French researcher: Still no explanation for deportation from Egypt

The young French researcher who was deported from Egypt says she still has not received any explanation from the Egyptian government as to why she was arrested and forcefully deported on July 3 during her research in Damietta.
Asking to be referred to as "Fanny", she told Egypt Independent she believes her arrest was due to the topic of her research, which was related to the banned April 6 Movement, a liberal activist group known for staging protests against government policies.
Fanny, a young French researcher in political sociology affiliated with EHESS Paris, was arrested in Damietta and deported from Egypt on July 3, without being given any official reason for her expulsion from the country.
Before her arrest, she had spent a month and half in Egypt, traveling, studying Arabic and conducting preliminary research for her second-year master's thesis in political sociology, affiliated with the research institute EHESS Paris.
On July 1, after Fanny travelled to the city of Damietta with her friend to meet some of the April 6 Movement's members, she was arrested in her hotel room in the middle of the night by a team of ten security officers, who brought her to the police station. "The only thing they said was that they were arresting me for my own security," Fanny told Egypt Independent.
"They asked me what I was doing in Damietta, and I told them that I was visiting the city and meeting friends," she adds.
"They were not unplesasant to me, it seems like they had orders to be gentle with me. However, I could tell that they were lying. I was never shown any documents or orders, even when my luggage, laptop and mobile phone were taken away from me to be inspected."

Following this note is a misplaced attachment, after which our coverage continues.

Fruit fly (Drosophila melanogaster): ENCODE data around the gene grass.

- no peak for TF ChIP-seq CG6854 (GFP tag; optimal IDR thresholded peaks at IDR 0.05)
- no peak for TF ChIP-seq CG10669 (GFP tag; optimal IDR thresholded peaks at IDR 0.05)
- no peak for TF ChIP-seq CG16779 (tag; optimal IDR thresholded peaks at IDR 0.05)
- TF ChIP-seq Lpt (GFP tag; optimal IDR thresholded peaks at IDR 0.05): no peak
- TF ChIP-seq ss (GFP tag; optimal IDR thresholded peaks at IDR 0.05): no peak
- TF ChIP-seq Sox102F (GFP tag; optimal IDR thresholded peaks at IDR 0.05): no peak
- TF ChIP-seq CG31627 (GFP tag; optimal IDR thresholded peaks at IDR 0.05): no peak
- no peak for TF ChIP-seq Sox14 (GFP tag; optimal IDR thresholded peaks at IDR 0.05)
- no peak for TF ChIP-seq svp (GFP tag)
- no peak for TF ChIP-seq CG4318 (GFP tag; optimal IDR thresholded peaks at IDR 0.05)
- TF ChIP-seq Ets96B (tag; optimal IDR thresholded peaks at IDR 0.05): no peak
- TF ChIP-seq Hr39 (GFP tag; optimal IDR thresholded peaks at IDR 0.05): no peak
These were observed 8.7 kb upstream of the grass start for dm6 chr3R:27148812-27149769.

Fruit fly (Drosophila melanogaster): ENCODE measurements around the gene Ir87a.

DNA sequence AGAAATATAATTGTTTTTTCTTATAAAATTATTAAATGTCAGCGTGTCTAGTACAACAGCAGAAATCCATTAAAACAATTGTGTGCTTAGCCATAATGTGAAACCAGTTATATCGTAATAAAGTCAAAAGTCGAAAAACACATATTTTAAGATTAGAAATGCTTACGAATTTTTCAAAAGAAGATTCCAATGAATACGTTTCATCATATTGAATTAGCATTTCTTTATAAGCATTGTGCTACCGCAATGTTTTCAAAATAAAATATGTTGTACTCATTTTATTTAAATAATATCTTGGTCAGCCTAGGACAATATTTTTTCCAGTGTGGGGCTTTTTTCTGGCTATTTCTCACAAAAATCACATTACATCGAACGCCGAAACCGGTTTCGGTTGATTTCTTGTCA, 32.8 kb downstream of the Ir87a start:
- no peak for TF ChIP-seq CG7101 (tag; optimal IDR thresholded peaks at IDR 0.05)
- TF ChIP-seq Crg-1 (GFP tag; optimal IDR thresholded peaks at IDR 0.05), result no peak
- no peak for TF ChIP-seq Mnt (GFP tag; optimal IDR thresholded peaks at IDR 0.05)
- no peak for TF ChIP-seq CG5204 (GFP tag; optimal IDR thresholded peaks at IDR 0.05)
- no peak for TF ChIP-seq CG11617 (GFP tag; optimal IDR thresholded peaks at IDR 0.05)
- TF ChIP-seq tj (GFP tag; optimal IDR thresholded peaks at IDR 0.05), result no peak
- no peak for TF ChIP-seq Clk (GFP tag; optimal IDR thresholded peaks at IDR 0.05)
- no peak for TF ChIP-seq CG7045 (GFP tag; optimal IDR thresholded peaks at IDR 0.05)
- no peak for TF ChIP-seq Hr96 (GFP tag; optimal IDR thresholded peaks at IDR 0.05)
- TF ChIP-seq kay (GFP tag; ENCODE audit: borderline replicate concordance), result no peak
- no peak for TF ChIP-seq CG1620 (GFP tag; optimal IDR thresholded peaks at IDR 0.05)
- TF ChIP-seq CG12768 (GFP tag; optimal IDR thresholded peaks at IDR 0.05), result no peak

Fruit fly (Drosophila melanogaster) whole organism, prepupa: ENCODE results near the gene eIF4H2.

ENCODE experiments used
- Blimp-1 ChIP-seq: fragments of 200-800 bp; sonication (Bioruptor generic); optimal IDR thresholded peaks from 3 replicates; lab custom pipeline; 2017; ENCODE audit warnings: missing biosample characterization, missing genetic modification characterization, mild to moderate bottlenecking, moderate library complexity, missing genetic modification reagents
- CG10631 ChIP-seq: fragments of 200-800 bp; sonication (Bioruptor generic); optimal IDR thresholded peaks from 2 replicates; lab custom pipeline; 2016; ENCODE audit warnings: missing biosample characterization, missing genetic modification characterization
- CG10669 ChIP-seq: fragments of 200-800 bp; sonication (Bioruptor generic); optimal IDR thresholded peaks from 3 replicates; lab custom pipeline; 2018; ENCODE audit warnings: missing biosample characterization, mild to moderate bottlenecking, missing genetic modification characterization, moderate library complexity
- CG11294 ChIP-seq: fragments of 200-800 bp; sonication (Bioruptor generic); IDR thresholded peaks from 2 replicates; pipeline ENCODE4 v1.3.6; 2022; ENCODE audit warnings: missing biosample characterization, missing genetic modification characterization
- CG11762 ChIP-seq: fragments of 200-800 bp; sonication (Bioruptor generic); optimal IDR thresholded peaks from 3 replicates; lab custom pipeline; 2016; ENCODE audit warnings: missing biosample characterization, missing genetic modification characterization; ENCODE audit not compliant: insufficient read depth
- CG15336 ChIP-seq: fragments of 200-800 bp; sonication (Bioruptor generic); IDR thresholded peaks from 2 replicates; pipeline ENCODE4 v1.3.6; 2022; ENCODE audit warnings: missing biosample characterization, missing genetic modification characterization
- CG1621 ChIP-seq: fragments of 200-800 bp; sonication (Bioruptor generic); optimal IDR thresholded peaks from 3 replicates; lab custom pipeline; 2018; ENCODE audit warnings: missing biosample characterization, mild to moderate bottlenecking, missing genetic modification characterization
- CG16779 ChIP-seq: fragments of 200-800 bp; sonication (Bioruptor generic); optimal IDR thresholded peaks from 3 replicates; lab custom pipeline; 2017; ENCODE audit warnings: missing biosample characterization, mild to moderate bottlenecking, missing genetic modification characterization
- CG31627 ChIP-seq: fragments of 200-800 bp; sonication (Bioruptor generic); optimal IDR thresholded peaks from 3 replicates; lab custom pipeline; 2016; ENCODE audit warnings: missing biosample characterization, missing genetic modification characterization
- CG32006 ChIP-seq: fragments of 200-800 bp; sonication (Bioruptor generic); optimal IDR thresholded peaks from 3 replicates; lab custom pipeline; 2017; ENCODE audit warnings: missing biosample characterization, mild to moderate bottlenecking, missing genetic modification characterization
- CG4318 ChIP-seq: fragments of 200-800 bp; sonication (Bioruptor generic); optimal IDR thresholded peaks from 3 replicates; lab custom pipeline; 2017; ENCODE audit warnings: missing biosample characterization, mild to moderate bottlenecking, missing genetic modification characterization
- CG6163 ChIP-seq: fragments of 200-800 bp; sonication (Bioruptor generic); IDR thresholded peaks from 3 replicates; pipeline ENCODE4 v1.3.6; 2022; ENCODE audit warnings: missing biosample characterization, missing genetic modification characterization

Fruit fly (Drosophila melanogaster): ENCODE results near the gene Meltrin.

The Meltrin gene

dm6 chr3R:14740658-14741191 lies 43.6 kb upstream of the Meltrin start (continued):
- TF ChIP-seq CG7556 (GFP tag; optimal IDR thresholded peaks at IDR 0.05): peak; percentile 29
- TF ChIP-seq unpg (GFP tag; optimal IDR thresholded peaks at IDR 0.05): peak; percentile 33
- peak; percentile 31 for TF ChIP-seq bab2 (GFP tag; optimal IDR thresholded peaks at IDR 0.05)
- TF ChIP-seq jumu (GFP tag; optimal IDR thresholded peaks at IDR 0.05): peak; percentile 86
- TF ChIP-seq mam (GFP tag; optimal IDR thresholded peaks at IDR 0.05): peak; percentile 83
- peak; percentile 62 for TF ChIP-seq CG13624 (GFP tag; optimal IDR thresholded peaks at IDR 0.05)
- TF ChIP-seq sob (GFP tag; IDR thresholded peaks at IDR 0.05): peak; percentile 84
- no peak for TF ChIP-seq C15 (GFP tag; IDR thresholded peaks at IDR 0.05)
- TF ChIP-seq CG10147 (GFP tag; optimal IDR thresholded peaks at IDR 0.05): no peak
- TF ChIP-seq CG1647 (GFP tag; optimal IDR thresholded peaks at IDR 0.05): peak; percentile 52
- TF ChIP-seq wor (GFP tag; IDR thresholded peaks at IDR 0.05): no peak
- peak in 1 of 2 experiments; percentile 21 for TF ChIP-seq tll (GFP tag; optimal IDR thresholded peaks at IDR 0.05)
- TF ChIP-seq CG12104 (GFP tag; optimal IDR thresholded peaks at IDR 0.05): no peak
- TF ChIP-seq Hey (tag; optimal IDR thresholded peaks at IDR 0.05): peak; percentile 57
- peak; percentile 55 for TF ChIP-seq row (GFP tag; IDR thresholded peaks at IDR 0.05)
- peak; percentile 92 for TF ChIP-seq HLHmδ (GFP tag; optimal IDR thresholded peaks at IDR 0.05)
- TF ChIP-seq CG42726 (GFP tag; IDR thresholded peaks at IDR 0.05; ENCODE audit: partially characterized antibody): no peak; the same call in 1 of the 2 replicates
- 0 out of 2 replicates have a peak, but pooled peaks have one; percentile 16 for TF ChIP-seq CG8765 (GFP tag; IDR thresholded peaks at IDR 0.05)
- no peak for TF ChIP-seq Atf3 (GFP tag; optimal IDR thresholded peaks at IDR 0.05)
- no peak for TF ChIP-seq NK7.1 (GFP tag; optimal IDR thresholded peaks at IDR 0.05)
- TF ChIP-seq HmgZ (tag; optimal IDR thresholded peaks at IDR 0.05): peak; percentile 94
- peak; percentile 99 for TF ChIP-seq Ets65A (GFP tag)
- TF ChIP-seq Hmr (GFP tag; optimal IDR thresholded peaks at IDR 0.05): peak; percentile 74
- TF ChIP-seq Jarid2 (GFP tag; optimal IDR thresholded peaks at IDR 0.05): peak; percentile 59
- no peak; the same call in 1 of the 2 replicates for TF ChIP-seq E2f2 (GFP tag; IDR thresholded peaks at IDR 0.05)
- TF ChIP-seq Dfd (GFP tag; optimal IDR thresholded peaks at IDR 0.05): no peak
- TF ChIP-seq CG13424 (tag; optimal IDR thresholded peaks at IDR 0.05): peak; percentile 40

A translator, speaking fluent French, was present at the scene, but no one informed Fanny's friend about her arrest, neither was she allowed to contact her Embassy.
She was escorted in a minibus to Cairo, where her visa was cancelled and at the Mogamma in Tahrir Square. Only then was she informed by the French Consulate that she would have to purchase her own ticket to Paris. Without having the option of going home to pick up her belongings, she was driven to Cairo Airport, where she spent several hours in a ‘deportation department’.
The French Embassy in Cairo did not provide any significant assistance, according to the student. "They asked me whether I had enough money to by my own plane ticket," she recounts, adding that it was prefereable to buy the ticket straight away, in order to avoid spending the night in prison.
"They did not contact me again, and I could not call them from the airport, since my phone had been taken away," she adds.
Fanny believes she was being watched before her arrest, likely on account of her acquaintances from the April 6 Movement, who she believes, are all under strict government surveillance. However, she never thought she would be of any interest to the Egyptian authorities, given that she is not a journalist or a political activist of any sort, but a second-year student.  "I used to think, 'If they watch them [the movement's members], they will see that I am not dangerous for them,'" she said. "I didn't think they would care about me. I knew I was likely being watched, but I really didn't think I was worth it." 
However, as Fanny confirms, the grounds for the arrest are merely a suspicion, because none of the security officers ever disclosed why she was being deported. "I could understand some of the things they were saying in Arabic to each other, but I didn't catch most of it. I understood them saying 'she has improper friends' and 'there is a problem with her', but no information was given to me at any point. Right now, I will seek to obtain an official explanation for my arrest," she states, adding that she has not been able to obtain any relevant information to this date. 
Fanny's arrest and deportation was not the first one to take place, in the wake of the announcement of the recent anti-terrorist legislation, which is yet to be signed by President Sisi. Two weeks before her arrest, a Spanish correspondent, Ricard Gonzalez, was forced to leave Egypt after the Spanish Embassy informed him about his imminent arrest by Egyptian authorities.

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